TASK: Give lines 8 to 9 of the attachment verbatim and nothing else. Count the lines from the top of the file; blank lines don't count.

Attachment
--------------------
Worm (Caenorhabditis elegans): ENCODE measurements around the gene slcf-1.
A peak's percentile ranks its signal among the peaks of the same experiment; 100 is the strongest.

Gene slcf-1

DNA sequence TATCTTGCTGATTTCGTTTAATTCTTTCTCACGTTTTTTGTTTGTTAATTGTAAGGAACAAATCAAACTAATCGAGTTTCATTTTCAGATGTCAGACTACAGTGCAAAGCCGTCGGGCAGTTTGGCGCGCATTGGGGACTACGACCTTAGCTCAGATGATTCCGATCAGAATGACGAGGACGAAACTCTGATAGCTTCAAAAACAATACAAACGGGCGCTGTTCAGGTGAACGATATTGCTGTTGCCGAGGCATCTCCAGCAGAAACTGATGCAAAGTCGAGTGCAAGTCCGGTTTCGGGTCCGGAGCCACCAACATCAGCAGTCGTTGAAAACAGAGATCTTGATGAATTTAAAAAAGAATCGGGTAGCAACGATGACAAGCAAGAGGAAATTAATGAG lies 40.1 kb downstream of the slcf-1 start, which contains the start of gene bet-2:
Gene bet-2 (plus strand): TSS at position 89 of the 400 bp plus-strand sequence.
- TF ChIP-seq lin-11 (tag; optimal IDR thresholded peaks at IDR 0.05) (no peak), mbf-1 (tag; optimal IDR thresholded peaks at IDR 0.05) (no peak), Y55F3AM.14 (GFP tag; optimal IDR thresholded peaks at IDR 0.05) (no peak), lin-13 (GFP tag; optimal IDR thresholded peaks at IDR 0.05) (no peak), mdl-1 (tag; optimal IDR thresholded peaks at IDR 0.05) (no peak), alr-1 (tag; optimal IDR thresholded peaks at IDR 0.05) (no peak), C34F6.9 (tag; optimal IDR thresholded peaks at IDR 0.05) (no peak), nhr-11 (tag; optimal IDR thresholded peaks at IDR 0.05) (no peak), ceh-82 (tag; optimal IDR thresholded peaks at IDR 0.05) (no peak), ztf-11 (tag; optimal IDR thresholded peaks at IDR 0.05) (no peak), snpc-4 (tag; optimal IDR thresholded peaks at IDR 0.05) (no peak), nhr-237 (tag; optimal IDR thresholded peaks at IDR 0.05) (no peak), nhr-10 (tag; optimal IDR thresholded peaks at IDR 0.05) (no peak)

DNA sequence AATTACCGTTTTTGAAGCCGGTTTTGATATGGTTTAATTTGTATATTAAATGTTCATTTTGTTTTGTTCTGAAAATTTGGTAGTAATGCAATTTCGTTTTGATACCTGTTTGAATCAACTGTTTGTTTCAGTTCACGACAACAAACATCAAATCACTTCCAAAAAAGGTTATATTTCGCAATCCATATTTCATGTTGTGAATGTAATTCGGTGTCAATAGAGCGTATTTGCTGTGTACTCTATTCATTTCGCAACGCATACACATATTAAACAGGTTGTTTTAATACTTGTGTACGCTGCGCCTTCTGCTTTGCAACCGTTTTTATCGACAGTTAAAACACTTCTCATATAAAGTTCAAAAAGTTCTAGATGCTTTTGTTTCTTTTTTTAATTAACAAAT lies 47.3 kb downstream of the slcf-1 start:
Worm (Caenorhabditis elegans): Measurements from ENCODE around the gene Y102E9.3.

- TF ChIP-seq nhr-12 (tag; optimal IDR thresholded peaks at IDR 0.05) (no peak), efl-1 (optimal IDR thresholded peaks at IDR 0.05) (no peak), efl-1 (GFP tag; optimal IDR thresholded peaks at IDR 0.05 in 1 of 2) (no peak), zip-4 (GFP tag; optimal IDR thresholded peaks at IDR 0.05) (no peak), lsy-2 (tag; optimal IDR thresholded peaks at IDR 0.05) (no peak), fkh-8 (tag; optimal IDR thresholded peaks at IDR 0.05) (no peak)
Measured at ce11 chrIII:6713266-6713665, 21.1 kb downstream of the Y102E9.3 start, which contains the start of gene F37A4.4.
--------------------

Worm (Caenorhabditis elegans): Measurements from ENCODE around the gene Y102E9.3.

- TF ChIP-seq nhr-12 (tag; optimal IDR thresholded peaks at IDR 0.05) (no peak), efl-1 (optimal IDR thresholded peaks at IDR 0.05) (no peak), efl-1 (GFP tag; optimal IDR thresholded peaks at IDR 0.05 in 1 of 2) (no peak), zip-4 (GFP tag; optimal IDR thresholded peaks at IDR 0.05) (no peak), lsy-2 (tag; optimal IDR thresholded peaks at IDR 0.05) (no peak), fkh-8 (tag; optimal IDR thresholded peaks at IDR 0.05) (no peak)